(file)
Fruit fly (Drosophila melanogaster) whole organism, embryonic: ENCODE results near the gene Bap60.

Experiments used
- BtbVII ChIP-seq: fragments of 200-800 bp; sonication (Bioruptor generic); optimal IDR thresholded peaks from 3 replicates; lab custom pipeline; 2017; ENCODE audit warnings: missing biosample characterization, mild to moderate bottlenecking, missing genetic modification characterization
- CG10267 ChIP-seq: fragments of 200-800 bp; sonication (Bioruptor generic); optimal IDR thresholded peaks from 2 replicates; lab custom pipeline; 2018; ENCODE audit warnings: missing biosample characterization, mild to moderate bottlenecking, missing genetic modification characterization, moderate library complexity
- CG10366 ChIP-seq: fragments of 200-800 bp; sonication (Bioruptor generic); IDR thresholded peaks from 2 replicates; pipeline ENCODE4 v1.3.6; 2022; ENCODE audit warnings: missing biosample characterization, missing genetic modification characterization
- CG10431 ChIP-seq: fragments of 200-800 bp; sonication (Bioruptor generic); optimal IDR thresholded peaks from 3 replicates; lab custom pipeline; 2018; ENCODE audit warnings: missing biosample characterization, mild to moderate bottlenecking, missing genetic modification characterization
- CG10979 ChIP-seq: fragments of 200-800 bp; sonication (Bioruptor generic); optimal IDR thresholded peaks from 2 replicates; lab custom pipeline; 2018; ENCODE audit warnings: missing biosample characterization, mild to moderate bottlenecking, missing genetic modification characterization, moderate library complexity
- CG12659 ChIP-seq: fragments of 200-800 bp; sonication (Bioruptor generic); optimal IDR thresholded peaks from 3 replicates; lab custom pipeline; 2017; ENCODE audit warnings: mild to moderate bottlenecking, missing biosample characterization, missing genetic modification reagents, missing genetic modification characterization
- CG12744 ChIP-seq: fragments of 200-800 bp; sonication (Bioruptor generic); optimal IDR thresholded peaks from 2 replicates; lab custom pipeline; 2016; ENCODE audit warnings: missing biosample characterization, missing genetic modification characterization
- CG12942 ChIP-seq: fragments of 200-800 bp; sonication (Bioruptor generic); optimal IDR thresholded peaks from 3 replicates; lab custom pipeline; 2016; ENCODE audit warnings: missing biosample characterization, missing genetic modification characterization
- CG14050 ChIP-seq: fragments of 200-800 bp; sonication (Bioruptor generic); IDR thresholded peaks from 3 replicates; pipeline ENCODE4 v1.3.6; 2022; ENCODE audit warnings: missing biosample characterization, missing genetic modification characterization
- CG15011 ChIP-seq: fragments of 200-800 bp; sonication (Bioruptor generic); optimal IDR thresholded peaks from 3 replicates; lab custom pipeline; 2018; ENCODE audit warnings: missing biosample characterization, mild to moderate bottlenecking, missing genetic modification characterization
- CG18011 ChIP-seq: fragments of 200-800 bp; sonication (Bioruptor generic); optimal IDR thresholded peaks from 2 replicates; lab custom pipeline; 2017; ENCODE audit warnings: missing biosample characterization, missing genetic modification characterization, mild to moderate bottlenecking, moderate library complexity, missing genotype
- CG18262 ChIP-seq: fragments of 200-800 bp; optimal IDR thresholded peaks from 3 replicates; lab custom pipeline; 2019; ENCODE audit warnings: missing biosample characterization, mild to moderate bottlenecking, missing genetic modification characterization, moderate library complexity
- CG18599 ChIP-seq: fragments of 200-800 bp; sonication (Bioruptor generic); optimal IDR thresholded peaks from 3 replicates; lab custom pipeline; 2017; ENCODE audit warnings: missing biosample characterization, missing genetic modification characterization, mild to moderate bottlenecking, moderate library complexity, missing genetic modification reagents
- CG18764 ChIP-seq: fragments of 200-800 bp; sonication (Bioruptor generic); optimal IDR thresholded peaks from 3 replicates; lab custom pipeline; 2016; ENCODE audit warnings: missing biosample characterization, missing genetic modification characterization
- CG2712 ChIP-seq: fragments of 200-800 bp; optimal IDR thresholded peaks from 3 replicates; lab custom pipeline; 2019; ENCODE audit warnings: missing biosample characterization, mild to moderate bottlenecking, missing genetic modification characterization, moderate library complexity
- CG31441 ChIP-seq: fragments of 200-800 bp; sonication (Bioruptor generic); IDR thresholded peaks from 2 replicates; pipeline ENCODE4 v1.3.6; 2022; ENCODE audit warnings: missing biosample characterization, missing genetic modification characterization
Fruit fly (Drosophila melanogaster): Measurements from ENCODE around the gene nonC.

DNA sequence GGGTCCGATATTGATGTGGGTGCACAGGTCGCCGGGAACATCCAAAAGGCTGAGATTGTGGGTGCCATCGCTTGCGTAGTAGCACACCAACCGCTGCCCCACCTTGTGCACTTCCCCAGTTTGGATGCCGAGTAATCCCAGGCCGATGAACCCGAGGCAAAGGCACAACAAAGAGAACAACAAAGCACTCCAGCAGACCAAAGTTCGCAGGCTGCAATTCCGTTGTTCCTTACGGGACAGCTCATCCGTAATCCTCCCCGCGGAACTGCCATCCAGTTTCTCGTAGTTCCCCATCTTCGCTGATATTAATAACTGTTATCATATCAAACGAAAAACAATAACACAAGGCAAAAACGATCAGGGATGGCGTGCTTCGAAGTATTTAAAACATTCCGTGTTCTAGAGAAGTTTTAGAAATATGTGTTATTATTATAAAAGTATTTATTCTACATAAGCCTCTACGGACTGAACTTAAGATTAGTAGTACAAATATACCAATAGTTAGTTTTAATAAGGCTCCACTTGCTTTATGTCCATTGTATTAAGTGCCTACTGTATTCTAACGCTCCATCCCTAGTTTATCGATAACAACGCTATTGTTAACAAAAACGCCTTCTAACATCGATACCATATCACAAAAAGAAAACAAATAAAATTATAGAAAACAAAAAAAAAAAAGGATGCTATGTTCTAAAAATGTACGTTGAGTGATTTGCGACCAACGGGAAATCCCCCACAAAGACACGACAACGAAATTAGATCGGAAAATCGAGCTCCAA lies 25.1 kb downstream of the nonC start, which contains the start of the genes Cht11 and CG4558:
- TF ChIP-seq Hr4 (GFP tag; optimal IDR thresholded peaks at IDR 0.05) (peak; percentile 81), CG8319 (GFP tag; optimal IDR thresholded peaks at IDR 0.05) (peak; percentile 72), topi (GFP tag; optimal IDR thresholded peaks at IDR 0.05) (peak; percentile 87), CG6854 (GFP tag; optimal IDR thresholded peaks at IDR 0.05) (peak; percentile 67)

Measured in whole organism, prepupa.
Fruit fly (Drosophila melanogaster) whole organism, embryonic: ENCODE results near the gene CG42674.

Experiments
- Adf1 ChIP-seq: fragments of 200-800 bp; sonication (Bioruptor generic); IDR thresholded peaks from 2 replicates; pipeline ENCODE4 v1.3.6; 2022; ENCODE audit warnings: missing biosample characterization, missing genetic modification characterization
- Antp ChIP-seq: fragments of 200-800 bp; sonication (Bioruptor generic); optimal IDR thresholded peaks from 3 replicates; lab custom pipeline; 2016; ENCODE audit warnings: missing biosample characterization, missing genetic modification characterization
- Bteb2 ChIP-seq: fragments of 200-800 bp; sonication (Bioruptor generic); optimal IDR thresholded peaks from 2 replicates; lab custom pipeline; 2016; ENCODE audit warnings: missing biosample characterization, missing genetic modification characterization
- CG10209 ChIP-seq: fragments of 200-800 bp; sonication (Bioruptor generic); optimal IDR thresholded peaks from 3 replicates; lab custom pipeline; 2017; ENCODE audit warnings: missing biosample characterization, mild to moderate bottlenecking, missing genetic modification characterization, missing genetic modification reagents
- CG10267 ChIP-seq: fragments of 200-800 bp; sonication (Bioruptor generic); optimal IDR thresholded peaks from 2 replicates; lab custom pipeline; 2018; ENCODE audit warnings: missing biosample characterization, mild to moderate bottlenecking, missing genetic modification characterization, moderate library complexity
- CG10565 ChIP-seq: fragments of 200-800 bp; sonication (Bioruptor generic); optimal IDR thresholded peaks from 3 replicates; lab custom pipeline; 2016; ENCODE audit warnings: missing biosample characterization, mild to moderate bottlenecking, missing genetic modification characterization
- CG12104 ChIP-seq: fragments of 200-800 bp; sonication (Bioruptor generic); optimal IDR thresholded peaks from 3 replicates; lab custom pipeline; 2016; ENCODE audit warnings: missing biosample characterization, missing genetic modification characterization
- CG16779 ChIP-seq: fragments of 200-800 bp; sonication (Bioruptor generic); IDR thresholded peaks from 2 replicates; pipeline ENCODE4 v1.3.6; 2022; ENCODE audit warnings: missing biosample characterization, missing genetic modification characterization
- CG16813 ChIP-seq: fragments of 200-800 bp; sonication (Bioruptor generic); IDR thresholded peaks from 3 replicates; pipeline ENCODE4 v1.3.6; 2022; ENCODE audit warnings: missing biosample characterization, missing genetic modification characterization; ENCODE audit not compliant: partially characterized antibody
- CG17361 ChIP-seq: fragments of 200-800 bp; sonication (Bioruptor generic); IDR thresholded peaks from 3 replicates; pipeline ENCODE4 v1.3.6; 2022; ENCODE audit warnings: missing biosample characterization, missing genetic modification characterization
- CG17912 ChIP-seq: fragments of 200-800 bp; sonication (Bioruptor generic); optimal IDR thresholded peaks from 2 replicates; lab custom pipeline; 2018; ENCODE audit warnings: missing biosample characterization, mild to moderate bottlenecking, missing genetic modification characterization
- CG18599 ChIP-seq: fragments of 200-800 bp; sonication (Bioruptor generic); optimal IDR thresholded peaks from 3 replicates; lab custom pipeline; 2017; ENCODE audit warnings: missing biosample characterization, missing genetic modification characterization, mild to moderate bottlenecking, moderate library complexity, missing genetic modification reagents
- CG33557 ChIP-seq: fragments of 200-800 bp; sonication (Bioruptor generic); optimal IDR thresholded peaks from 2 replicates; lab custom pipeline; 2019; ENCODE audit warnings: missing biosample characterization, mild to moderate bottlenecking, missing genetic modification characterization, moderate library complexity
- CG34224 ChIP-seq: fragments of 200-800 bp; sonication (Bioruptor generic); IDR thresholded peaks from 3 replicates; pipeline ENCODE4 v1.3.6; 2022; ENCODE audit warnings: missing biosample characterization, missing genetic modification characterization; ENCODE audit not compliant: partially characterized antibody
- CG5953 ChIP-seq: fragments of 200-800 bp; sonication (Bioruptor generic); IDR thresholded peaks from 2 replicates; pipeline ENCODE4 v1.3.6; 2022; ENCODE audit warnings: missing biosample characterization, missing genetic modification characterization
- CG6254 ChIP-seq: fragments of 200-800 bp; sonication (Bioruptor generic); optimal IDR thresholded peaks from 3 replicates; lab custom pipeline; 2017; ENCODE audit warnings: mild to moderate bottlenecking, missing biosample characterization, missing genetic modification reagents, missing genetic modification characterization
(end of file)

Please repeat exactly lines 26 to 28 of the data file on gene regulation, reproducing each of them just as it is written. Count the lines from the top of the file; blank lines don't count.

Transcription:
- Antp ChIP-seq: fragments of 200-800 bp; sonication (Bioruptor generic); optimal IDR thresholded peaks from 3 replicates; lab custom pipeline; 2016; ENCODE audit warnings: missing biosample characterization, missing genetic modification characterization
- Bteb2 ChIP-seq: fragments of 200-800 bp; sonication (Bioruptor generic); optimal IDR thresholded peaks from 2 replicates; lab custom pipeline; 2016; ENCODE audit warnings: missing biosample characterization, missing genetic modification characterization
- CG10209 ChIP-seq: fragments of 200-800 bp; sonication (Bioruptor generic); optimal IDR thresholded peaks from 3 replicates; lab custom pipeline; 2017; ENCODE audit warnings: missing biosample characterization, mild to moderate bottlenecking, missing genetic modification characterization, missing genetic modification reagents